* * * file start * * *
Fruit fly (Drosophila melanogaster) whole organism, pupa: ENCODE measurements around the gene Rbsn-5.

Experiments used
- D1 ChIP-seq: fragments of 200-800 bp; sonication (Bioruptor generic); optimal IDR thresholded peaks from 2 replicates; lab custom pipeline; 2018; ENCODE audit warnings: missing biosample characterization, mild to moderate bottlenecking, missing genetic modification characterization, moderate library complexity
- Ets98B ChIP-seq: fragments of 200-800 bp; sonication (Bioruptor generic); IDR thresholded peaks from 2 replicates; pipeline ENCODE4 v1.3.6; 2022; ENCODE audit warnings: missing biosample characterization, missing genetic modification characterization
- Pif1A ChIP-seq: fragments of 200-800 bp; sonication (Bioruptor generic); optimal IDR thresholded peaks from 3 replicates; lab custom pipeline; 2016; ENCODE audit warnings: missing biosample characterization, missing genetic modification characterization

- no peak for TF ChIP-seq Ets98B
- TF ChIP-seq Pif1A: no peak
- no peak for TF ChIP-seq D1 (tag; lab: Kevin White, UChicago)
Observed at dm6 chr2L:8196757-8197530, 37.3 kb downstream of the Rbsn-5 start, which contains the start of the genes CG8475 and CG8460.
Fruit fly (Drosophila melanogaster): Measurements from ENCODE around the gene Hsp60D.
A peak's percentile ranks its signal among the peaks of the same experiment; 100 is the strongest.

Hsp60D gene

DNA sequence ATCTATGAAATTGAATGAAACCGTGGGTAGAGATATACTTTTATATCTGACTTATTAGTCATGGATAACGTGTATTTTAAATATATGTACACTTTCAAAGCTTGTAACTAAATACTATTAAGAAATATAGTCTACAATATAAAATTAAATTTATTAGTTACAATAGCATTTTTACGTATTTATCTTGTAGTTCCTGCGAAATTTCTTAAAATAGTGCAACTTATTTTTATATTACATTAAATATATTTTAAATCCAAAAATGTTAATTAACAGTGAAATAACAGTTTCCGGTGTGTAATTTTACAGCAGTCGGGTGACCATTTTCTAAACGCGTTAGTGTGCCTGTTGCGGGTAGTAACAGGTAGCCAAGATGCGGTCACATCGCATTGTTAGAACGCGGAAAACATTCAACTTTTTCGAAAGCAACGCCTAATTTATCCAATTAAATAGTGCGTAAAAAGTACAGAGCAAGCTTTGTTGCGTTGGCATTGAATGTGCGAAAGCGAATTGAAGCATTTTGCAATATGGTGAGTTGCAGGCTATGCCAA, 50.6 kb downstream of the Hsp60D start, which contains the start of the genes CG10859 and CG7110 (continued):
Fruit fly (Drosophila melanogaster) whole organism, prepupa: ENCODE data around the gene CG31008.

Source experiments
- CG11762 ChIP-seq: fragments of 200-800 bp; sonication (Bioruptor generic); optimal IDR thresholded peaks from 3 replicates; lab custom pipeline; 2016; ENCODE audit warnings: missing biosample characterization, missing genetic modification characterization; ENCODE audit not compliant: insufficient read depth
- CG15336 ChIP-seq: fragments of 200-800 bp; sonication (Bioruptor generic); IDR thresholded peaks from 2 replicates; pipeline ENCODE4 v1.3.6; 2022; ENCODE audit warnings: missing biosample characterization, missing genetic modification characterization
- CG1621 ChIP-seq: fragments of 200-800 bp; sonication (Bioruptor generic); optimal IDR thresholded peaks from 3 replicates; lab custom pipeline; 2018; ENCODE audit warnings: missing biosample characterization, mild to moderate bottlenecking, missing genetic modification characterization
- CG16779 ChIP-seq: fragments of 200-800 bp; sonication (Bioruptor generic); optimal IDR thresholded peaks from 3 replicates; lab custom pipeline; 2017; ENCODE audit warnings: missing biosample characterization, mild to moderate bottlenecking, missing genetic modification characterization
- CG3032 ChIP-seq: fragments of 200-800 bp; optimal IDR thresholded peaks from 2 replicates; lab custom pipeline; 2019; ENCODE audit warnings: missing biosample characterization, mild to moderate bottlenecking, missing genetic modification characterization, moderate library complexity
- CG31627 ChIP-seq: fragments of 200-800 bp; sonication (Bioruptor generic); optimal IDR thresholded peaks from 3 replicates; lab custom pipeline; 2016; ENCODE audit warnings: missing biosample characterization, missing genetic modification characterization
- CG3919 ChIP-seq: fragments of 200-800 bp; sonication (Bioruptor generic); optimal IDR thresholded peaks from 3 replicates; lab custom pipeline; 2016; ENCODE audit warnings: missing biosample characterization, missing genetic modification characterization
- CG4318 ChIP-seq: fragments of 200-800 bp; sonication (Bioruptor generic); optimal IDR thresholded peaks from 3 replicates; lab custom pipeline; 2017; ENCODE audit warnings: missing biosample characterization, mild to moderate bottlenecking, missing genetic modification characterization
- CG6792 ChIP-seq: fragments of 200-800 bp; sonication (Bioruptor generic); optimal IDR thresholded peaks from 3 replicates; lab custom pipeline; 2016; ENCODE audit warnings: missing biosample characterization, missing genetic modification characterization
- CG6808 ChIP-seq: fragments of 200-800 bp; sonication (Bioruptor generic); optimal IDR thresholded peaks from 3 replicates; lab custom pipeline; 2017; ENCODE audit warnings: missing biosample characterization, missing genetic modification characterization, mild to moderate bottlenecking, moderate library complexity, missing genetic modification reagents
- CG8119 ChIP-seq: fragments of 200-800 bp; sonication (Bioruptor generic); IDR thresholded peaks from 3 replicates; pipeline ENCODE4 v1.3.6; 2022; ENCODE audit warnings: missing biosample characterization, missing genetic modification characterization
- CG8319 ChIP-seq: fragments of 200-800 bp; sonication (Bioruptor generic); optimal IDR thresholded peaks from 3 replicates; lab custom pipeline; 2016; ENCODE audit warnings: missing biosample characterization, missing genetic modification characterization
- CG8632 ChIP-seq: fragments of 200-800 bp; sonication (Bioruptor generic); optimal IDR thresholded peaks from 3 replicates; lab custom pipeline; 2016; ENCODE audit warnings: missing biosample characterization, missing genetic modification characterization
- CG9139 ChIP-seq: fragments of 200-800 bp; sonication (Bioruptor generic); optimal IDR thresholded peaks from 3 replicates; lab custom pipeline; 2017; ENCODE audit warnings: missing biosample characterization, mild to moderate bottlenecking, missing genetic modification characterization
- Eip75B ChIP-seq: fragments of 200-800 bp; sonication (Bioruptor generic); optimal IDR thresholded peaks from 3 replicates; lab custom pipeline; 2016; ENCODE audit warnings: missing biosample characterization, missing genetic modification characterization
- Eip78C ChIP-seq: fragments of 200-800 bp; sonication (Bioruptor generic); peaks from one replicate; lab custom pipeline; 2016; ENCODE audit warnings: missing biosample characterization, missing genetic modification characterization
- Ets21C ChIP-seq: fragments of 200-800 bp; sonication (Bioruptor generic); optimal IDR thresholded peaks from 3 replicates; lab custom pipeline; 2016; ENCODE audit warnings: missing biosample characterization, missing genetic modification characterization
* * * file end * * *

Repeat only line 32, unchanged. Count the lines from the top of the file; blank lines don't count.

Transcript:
- Ets21C ChIP-seq: fragments of 200-800 bp; sonication (Bioruptor generic); optimal IDR thresholded peaks from 3 replicates; lab custom pipeline; 2016; ENCODE audit warnings: missing biosample characterization, missing genetic modification characterization